Practical Gnosis – Hermeticism

We realize from our study of and, more importantly, our encounter with the figure of Hermes Trismegistus that the most difficult task we have as moderns who wish to pursue a spiritual path is that we cannot simply learn new information and fit it into our pre-existing World View, but we must learn a new World View, a new framework in which to fit the Hermetic knowledge. We are handicapped at every turn by the preconceptions we share of Reality, which are part of the Modern World View. The emphasis on the historical truth of Hermeticism, rather than its spiritual truth is but one trap. The attraction to endlessly “study” the area without actually engaging with the material or practicing the Hermetic arts is another. We do not follow this path because we wish to write a thesis or out of idle or abstract interest. Hermeticism is a means to an end and that end is union with the Divine.

So what is the method? Our first step is to learn and actually practice one or more of the Hermetic arts of astrology, magic and alchemy. At the same time we should study and meditate on the Hermetic philosophy that underlies these arts. We must constantly oscillate between theory and practice.

Practice without theory leaves us blindly following our sources and our limited experience. Practice alone also tempts us to focus on the results of our work, often material, leading us astray with the prospect of wealth, influence and power from our ultimate goal.

Theory without practice is essentially an endless series of mental games. By actually working with the Hermetic arts and obtaining results we can assure ourselves of the efficacy and correspondence to Reality of these arts and the philosophy that underlies them.



In choosing to follow the traditional methods of practicing astrology, magic and alchemy, that is those methods used before 1700, we can do our best to avoid the simplifications typical of “New Age” spirituality and the distortions induced by the Modern World View. We do not accept the traditional Hermetic teachings merely because they are ancient, but because they are true.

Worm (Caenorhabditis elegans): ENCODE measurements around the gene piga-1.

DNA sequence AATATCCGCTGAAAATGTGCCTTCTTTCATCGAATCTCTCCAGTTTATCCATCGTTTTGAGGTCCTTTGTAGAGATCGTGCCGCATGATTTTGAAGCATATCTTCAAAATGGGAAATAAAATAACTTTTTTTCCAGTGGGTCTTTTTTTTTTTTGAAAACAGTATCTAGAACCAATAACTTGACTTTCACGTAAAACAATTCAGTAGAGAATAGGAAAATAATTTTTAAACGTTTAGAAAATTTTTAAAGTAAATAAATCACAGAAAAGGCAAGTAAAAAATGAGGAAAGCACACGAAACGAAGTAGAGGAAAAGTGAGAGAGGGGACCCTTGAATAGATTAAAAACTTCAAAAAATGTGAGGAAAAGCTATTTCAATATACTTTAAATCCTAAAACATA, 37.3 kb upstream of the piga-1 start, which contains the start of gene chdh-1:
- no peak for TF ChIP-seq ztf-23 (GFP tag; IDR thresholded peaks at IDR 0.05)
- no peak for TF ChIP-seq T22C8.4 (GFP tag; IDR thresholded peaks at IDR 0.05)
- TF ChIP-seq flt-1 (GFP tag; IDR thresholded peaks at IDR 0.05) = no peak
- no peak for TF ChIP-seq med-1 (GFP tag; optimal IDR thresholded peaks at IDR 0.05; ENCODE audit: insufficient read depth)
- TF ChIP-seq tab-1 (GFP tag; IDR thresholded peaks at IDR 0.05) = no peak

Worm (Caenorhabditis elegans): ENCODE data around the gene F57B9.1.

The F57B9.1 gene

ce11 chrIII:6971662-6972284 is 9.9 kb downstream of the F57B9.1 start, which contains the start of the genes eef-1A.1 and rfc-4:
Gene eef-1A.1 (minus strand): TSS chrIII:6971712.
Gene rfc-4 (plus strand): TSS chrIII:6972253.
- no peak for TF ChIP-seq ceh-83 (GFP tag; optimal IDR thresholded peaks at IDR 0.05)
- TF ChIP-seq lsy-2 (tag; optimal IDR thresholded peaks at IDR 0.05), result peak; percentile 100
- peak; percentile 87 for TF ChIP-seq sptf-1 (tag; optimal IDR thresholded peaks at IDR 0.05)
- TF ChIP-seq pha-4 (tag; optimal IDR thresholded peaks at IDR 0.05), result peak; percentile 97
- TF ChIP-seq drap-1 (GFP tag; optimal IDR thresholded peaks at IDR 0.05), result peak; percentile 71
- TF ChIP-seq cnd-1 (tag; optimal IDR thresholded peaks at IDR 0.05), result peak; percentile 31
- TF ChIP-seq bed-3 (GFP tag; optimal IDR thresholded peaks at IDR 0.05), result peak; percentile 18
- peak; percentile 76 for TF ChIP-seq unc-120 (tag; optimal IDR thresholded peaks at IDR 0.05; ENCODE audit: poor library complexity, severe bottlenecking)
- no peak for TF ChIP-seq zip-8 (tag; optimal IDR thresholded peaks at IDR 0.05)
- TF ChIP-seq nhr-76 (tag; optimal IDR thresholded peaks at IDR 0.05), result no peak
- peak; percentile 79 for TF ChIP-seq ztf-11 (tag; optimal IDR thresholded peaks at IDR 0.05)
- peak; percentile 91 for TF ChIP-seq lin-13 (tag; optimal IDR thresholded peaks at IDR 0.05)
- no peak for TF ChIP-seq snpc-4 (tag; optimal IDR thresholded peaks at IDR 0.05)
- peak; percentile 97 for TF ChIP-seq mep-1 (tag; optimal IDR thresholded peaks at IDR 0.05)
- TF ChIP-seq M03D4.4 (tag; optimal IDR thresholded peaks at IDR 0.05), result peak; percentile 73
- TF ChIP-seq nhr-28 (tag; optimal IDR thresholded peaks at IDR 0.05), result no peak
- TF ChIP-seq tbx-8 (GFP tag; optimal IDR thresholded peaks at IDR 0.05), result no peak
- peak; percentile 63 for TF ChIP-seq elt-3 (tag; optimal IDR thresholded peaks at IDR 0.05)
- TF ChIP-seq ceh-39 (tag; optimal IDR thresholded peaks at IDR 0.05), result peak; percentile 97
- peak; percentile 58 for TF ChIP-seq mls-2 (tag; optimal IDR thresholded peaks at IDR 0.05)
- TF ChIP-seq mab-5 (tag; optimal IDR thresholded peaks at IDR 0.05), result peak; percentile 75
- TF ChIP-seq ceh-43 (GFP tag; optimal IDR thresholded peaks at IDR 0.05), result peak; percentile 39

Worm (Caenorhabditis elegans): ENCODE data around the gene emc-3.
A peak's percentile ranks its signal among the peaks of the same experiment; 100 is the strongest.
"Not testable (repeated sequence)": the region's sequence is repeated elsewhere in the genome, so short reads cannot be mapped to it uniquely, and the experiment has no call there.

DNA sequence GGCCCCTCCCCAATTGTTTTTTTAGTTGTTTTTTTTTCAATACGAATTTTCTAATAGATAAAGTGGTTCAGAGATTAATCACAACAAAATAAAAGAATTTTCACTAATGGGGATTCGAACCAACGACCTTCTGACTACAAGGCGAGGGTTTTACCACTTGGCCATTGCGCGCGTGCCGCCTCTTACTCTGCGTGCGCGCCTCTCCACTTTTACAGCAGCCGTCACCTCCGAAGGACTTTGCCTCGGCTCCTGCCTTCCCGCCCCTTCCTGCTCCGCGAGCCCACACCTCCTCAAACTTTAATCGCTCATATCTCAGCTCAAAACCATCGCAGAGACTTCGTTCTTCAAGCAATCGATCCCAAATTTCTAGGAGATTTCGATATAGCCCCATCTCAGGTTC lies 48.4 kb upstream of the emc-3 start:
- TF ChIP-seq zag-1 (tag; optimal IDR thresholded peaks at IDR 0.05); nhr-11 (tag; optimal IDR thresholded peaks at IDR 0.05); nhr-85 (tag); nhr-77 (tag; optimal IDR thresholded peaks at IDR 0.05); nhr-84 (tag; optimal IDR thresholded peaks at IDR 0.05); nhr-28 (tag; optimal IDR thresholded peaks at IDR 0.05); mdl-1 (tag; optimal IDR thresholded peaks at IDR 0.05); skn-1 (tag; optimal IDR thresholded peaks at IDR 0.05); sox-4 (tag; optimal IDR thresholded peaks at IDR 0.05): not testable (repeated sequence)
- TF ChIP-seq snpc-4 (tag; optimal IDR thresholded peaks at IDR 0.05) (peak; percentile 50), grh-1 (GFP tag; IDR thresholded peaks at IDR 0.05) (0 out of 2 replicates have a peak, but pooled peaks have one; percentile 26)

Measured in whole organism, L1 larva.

As interesting and useful as it is to predict the future with astrology, to summon spirits with magic and to create the philosopher’s stone with alchemy, we find the true value in these arts is the transmutation that their successful mastery causes in our World View. This is not to say that these are purely psychological changes. No, astrology, magic and alchemy most assuredly do work and do causes changes of both a material and spiritual nature. Rather, by observing these changes and recognizing our ability to cause these results, we can know, by experience and for ourselves, that materialism and atheism are false and that the title of agnostic, literally one without knowledge, i.e. the ignorant, is properly bestowed on most moderns.

After having learned this knowledge intellectually, a slow process of assimilation takes place and we begin to internalize and to embody this knowledge. If astrology, magic and alchemy work, it can only be because the Cosmos is indeed one great unified Being bound together by myriad chains of spiritual sympathy and interconnection. Once we truly know this, once we have actually experienced the reality of this, then we have truly begun the process of Hermetic gnosis.

Source:  Sacred Texts

Tarot Attributes on the Tree of Life, by Rev. Marek Bazgrzacki